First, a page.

“Guitar players are generally improvisers. They rarely play written music,” Wheatcroft says. “I must have thrown away 10,000 Smoke on the Waters in my life because I’ll come up with something while improvising in a scale and a minute later I’ll forget what it was. But if I repeated it and there was a drummer behind it and I gave it a name, then it would become something tangible and real.”

It would be fairly tragic if I walked away from a masterclass with a top riffologist without my own one to show for it, so we give it a go. Wheatcroft recommends improvising in pentatonic, a simple blues scale that, because it has no sharps or flats, will almost always sound acceptable whatever notes you pick from it.

Having shown me the scale, he requests I try something out. So with furrowed brow and plectrum clenched tightly in sweaty fingers I knock out a collection of notes that sound a bit like something Muddy Waters might have come up with, only not as good. But in my mind it’s amazing. Soon I’m doing the white man’s overbite, chugging my head backwards and forwards as my fingers repeat the pattern I’ve devised again and again.

A good guitar teacher is nothing if not a patient man. “That’s not bad,” Wheatcroft says, “but you need to make sure you stay in rhythm. It doesn’t matter that you’re hitting a few bum notes there, but go out of time and the whole thing falls apart.”

“But I was playing in rhythm, wasn’t I?” I say. I had taken the head-bopping to be a good sign.

“Not quite,” Wheatcroft says. “Let’s try again.”

This time it works. Once Wheatcroft joins in with what we guitarists call a “tasty lick” (essentially a bit of improving; a melodic embellishment) over the top of my riff, we are grooving. Then he suggests repeating the riff in a higher octave to add character and definition – this is what Day Tripper by the Beatles does, and most of Chuck Berry’s recorded output depends on the octave shift.

Now it’s beginning to sound like rock’n’roll. At one point I even manage to swing the neck of my guitar into a nearby drum, inadvertently making it topple to the ground. It’s not quite the same as Pete Townshend smashing his guitar into an amplifier, but it’s a start.

“A good riff is like a good joke,” says Wheatcroft over the slightly desperate sound of a brilliant guitarist trying to play along with an essentially terrible one. “It encapsulates a musical idea in a very short space of time and it makes you think: ‘I wish I thought of that’.”

By the end of the class we do have a riff that I won’t be too ashamed to unveil next time I get together with my fellow thirtysomething amateur guitar bores. It’s easy to play; it has a recognisable sound; and it even has a name – Wednesday Morning 11 o’clock (I later change this to Dragon’s Tooth Smashes Through Thunder). It also sounds a bit like a million other songs.

Apparently this doesn’t matter too much. “Jimi Hendrix stole licks from blues guitarists such as Albert King all the time,” Wheatcroft says. “But as long as your riff isn’t exactly the same as one that already exists, you’re OK. If you stole the first two lines of Daffodils by William Wordsworth you’d be in trouble. But if you took the words and the imagery and shifted them around a bit you’ve got your own poem. Music works in the same way.”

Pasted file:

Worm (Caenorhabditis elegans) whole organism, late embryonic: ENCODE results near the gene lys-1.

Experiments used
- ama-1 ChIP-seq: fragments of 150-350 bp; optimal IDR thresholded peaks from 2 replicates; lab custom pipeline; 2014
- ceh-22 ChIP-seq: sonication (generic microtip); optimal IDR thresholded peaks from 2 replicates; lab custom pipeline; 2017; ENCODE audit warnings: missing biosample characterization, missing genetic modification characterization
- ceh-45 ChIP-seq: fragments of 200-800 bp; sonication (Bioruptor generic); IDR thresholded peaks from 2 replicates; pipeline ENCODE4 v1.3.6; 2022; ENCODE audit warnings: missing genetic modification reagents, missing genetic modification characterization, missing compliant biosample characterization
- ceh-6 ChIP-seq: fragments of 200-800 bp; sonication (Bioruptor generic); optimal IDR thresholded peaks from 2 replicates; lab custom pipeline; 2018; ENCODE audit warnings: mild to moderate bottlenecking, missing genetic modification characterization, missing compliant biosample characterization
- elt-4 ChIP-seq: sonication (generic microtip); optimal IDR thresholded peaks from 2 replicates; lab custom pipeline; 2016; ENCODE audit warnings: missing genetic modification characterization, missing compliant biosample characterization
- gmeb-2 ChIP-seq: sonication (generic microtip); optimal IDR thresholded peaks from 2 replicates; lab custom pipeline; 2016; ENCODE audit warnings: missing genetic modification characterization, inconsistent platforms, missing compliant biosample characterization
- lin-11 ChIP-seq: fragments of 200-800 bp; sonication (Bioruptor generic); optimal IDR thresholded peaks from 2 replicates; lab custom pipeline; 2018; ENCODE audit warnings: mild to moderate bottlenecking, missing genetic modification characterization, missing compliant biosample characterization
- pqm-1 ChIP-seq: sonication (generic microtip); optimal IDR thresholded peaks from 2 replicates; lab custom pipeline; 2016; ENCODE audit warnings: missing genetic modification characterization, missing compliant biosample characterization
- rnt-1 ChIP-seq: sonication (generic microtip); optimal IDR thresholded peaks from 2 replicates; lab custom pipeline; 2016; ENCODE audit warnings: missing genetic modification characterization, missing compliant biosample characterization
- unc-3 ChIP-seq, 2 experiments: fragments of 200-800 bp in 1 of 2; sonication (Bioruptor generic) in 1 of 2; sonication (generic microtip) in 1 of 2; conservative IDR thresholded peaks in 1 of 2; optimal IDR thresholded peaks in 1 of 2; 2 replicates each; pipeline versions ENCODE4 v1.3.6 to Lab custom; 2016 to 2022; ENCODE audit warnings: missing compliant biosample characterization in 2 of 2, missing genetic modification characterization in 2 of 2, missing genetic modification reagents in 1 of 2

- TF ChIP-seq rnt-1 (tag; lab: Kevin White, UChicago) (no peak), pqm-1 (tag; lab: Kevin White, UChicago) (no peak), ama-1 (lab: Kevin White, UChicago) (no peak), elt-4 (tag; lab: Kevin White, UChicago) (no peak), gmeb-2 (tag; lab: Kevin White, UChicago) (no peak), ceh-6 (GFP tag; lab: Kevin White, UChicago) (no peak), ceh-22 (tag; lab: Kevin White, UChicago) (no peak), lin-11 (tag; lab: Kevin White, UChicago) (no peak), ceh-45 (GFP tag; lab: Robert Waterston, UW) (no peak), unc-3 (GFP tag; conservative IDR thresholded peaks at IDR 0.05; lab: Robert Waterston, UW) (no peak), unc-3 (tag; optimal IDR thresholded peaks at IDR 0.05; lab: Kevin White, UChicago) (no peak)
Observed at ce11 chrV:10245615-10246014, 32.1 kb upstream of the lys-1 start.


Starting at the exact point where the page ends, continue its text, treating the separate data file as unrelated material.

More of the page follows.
It’s easy, then. Learn the rudiments of the guitar, pilfer a few lines from Hendrix or Keith Richards, add or remove a note or two, give your creation a name, and you might just have a monster riff that will see you through your retirement. People have had lucrative careers on less. Just ask Status Quo.

The Monster Riffs Guitar Lesson is on Saturday, May 3, at 11am as part of the London Guitar Festival, May 2-5, at the Southbank Centre, London SE1
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homesickjameswilliamson
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Re: Why the riff is the cornerstone of rock
Reply #1 - Apr 26th, 2008 at 7:55am
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the poll on timesonline is

i bet that you look good - arctic monkeys
sweet child o mine - GNR
i love rock n roll - joan jett
seven nation army - white stripes
smells like teen spirit - nirvana
come on everybody - eddie cochran
there she goes - the la's
satisfaction - stones
whole lotta love - led zep
smoke on the water - deep purple

are they serious, how about T.V. Eye or Search and Destroy by the stooges, or panic in detroit or suffragette city by david bowie or Miss judy's farm or stay with me by The Faces or heartbreaker by free or honey bee (lets fly to mars) by grinderman or smokestack lightnin by howlin wolf, or crawling king snake by junior kimbrough or midnight/voodoo chile or purple haze by hendrix, or johnny b goode by chuck berry or moby dick by zeppelin or money honey by little richard or needle and the spoon by skynyrd or sister anne/kick out the jams by MC5 or electrophonic tonic by sonic's rendezvous band or think zinc by trex

its the worst list they cudve put together - tho i will be voting satisfaction! lol
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Voodoo Chile in Wonderland
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Re: Why the riff is the cornerstone of rock
Reply #2 - Apr 26th, 2008 at 8:15am
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...and Satisfaction is second place
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TenThousandMotels
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Re: Why the riff is the cornerstone of rock
Reply #3 - Apr 26th, 2008 at 10:37am
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As of right now....

Smoke On The Water by Deep Purple   26%
Satisfaction by The Rolling Stones   18%
Come On Everybody by Eddie Cochran   12%
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Sioux
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Re: Why the riff is the cornerstone of rock
Reply #4 - Apr 26th, 2008 at 12:10pm
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I voted Satisfaction, of course. This is a really lame, limited poll. How 'bout the best 100 riffs???
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"When you change with every new day, still I'm going to miss you, Brian"